While I was in Europe, I toured my friends with highspeed internet to grab the latest in available distros; among them, Fedora now at 7 (got debian, gentoo and slack 12 as well, more on this later).

Let's get to the point: slipping the live disk fired the thing, network recognized, screen def too low but correct in its widescreen settings... and not much more. For the end user that's not completely dumb, while remaining an end user without any other aim in mind, I kept my opinion about one thing: it's definitely the window manager of choice that gives you the taste of a system, and you'd have to dig further than the average normal desktop usage to feel the difference in flavour from one distro to another. In this case, Gnome is the one available, with xfce and kde in need of further download to be available.

Right now, I am on xfce which is definitely sleeker than gnome. But, for sure, I am downloading Enlightenment DR17 as I write.

So, where's the Flavour, the one I read on the Fedora forums as "you'll either Love it or Hate it": well, I don't Love or Hate fedora, and I can at least say that some of the info I found was wrong. I would assume that a distro specificity, the thing that distinguish itself from the others (in my order of preference), are:
- The way you can tweak it's behaviour, it's parameters,
- The workability right-out-of-the-box, then the workability as such, as a production tool,
- The Community around,
- The stability, the confidence it builds with the user,
- It's credible perspective of survival.

On tweaking, we are still tied to the window manager of choice, with gnome spreading it's various settings among three sub-menus, with duplicates here and there. So it's a downpoint here, as opposed to openSUSE, there is no Settings Central to be found, unless you opt for xfce which have their own. for looks at least.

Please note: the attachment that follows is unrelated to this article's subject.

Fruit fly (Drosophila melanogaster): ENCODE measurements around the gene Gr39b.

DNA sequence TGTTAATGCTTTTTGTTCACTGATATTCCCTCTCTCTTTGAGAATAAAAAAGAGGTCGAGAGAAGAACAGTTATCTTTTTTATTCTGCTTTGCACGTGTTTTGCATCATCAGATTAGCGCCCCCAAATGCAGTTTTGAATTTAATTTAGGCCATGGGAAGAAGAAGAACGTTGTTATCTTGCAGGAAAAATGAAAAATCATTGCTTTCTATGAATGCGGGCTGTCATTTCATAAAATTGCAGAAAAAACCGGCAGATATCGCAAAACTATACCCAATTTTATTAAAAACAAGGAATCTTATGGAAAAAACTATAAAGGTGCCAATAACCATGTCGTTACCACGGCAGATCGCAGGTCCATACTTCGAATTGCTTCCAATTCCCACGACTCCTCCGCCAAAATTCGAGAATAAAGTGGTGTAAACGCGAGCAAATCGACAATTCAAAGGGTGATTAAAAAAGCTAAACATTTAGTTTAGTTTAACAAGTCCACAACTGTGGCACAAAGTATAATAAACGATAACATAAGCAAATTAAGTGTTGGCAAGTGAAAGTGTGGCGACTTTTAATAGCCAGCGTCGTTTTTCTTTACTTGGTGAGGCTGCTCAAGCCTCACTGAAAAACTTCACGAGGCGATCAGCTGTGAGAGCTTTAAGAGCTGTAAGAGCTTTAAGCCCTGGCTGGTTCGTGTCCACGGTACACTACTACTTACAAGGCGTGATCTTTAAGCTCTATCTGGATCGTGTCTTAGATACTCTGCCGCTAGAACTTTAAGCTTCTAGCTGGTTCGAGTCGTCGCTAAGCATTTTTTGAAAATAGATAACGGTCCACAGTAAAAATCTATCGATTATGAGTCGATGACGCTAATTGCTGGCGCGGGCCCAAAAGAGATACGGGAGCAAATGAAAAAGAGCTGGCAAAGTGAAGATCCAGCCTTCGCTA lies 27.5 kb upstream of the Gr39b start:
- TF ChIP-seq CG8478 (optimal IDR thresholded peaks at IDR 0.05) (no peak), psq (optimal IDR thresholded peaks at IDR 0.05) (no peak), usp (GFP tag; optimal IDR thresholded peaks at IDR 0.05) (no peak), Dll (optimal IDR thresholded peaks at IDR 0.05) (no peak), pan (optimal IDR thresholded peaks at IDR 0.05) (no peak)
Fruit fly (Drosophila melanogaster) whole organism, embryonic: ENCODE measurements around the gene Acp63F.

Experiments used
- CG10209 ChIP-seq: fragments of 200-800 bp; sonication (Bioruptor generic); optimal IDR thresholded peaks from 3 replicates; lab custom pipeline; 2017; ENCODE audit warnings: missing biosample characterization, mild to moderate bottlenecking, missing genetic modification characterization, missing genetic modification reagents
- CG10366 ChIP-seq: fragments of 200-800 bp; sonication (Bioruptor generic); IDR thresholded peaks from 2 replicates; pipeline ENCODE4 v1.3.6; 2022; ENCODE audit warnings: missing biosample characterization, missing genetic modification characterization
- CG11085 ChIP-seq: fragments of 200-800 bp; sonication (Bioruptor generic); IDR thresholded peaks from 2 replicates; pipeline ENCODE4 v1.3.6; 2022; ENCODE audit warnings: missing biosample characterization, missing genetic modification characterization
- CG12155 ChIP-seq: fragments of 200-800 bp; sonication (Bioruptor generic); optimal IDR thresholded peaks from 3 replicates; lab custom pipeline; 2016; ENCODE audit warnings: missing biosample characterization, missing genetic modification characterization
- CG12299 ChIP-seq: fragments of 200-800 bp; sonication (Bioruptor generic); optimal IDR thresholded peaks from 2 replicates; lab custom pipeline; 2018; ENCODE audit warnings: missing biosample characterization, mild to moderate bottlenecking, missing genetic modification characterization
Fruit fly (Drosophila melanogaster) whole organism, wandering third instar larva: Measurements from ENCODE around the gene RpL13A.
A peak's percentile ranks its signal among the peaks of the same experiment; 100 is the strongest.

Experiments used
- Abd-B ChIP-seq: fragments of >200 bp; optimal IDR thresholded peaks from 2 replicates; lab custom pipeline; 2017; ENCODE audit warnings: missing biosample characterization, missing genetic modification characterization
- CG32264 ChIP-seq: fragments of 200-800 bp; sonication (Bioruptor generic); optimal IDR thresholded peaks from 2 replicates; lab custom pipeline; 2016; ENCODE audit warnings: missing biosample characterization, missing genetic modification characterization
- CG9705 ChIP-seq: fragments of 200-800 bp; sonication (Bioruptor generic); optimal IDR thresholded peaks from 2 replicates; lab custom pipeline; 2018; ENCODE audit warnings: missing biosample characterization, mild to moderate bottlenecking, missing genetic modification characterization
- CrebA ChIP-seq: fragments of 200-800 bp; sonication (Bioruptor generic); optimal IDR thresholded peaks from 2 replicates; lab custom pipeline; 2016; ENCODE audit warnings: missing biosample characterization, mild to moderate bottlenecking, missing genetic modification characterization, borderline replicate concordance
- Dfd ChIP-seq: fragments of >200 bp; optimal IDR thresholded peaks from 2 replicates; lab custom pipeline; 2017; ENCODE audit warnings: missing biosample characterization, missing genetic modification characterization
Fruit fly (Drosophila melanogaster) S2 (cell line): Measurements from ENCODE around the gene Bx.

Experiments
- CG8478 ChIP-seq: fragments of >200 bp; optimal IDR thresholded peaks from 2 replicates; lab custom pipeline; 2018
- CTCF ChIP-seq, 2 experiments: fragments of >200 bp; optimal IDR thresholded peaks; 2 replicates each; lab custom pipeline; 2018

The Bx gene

Workability: No openoffice, nothing non open source (means my screen looked shit without nvidia drivers). you sure have a software installer, so it's down to bandwith... the YUM package manager is overly simplistic, doesn't give you a clue on the size of the package you attempt to retrieve, nor a timeframe or even a resizeable progress window to help you get the idea by yourself... Waited a bit, crashed it several times by attempting to download in one shot all my usual bundle, stumbled upon unreachable repositories, waited for ages in front of "resolving dependencies" message &, finally, got OpenOffice downloaded and quoted as available. Sure, you even had it appearing in your Menu. Click, nothing, not even an error message; grinning, I fire up a terminal and enter the manual command for the spreadsheet editor "oocalc" - the terminal at least displays messages, and this one told me than some was missing. Downpoint: they do have a problem with dependency calculations in Fedora, if a well documented software fails to install with all it needs. There must be a failure of me somewhere though, I con't believe OpenOffice not to work in Fedora...

More on this later, including:
A Word on Eye Candy, Compiz & looks/speed + which drivers to use: